AFTER JOÃO NETO STOPPED USING pesticides at his coffee farm, critters that had long been absent started showing up. Birds began singing at his window in the morning, pacas paraded through the woods, and bees appeared to pollinate the flowers.
Like many producers in the interior of the state of São Paulo, one of the main coffee-growing areas in Brazil, Neto had for decades used chemicals to grow a monocrop of coffee at his Fazenda Santo Antônio farm. But his change in approach also attracted the kinds of insects that farmers often fear: beetles, crickets, and ants.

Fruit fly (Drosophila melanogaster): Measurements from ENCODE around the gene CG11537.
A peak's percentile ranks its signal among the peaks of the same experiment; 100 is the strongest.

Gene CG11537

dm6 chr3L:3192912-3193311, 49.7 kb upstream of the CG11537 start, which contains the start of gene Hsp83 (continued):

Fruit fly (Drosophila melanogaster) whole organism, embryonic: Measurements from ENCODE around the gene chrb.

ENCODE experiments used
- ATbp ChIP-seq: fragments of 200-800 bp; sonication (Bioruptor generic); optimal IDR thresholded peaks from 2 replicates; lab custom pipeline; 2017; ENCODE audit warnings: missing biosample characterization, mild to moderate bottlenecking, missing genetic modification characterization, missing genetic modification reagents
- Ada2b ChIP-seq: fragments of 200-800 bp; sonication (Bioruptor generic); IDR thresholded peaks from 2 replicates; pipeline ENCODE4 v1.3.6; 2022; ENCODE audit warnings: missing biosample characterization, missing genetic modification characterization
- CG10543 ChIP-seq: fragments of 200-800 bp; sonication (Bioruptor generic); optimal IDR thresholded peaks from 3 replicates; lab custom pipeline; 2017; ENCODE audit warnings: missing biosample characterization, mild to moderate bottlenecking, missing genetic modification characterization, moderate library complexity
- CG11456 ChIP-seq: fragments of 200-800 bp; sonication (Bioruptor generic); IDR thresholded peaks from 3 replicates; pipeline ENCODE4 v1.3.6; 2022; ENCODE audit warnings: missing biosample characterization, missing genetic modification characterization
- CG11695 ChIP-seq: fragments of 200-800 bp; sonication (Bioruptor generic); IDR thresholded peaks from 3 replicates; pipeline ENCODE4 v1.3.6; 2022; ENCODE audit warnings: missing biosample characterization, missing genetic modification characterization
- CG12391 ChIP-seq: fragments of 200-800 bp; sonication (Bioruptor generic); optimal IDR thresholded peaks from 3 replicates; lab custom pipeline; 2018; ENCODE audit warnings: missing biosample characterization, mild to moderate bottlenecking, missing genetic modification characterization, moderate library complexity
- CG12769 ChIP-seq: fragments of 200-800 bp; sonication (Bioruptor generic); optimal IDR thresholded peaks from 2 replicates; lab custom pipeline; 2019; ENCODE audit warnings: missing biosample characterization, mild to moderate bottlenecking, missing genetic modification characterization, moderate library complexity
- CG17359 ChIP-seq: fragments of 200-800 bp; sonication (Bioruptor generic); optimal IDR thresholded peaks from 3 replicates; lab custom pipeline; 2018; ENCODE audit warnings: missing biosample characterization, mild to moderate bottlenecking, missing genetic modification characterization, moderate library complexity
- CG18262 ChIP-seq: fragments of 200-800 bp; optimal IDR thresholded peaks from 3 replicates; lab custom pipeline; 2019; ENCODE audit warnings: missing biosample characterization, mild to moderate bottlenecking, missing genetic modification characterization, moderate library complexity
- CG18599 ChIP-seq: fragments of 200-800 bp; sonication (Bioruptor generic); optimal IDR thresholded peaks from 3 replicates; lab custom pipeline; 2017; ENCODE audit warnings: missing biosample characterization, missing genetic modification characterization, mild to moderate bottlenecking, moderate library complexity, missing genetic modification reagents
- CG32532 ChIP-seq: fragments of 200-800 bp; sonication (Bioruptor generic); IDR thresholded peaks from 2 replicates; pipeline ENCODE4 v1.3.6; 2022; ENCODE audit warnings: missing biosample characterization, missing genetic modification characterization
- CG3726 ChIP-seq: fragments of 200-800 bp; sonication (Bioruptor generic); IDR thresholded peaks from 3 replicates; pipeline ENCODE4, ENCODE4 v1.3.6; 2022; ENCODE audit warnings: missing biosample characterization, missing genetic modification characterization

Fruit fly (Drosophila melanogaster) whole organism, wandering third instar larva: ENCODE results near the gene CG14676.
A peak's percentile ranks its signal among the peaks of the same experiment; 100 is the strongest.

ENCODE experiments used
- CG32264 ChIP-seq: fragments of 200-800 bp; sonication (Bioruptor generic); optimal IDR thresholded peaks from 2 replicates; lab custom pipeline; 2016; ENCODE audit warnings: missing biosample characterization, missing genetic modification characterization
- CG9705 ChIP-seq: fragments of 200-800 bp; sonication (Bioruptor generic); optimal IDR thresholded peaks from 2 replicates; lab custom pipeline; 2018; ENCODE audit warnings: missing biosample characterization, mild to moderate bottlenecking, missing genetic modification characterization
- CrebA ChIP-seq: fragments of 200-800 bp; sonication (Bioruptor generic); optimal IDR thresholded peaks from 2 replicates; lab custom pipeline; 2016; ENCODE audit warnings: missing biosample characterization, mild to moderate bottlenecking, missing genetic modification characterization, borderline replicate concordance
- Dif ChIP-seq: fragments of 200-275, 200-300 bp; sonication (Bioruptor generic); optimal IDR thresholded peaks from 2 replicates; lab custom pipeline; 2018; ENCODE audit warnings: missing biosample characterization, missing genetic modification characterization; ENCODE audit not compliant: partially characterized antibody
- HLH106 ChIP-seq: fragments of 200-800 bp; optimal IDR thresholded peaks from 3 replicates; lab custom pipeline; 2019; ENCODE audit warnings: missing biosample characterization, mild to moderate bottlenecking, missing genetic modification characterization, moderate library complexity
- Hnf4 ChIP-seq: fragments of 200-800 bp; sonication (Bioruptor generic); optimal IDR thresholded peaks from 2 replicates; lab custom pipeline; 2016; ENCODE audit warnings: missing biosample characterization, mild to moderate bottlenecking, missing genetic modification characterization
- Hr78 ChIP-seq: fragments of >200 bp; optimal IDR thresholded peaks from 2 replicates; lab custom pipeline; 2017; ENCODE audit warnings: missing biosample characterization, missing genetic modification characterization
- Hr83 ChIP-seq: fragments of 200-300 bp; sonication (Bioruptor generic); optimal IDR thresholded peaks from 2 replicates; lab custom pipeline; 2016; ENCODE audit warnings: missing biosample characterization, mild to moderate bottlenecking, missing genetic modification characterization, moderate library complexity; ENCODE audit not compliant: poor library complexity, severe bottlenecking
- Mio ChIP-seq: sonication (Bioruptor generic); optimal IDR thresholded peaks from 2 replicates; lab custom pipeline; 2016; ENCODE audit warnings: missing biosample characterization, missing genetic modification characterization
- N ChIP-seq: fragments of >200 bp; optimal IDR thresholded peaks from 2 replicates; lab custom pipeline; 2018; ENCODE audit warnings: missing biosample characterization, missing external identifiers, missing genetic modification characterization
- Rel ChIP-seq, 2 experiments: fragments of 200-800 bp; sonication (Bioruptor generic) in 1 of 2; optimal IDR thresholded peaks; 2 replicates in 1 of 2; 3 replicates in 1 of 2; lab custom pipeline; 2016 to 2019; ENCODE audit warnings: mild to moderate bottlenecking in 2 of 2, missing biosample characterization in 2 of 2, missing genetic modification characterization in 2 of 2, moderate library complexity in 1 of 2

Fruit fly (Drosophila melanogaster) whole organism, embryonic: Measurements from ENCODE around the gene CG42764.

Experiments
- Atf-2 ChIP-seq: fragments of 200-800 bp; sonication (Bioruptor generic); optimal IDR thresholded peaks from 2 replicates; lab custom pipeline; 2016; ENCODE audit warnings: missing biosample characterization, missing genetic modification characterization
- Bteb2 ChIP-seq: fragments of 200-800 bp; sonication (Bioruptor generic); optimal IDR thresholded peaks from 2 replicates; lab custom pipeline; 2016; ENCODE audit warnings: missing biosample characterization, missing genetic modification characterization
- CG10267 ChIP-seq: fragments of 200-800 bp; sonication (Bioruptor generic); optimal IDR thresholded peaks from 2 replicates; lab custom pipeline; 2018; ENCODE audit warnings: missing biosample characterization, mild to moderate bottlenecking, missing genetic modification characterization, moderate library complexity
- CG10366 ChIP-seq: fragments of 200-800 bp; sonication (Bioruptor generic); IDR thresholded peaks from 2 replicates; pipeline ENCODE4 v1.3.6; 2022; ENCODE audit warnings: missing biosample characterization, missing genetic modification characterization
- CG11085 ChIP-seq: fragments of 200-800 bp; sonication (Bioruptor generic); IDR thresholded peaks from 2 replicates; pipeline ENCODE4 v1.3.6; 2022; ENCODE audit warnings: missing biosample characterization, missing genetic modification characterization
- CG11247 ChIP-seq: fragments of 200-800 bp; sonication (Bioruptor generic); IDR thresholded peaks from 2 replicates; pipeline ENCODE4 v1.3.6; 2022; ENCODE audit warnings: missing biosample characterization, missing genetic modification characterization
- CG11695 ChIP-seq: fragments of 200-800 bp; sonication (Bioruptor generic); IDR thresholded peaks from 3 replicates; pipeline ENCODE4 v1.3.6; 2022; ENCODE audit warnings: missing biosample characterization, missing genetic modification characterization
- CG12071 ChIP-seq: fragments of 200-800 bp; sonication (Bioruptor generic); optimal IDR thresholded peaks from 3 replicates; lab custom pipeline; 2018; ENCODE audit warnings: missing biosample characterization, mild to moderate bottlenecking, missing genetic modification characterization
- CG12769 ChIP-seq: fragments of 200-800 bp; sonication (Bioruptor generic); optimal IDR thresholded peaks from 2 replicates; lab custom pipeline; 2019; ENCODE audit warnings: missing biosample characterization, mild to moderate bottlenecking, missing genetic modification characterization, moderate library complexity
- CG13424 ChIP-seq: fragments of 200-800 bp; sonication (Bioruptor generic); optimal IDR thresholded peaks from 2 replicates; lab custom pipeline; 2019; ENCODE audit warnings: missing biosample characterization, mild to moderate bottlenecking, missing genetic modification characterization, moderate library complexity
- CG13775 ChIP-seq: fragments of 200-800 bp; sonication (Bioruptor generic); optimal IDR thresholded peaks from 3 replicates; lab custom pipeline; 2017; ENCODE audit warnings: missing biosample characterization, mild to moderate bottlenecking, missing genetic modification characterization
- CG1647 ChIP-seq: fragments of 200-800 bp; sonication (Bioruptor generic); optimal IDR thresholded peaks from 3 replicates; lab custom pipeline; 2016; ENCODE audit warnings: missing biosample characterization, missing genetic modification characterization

Neto, though, says he isn’t concerned about insects plaguing his crops. “Nature is in charge. If these plants have to stay here, they will resist.” According to him, all the creatures returning to his farm are important for the “natural rebalancing that the monoculture of coffees had extinguished.”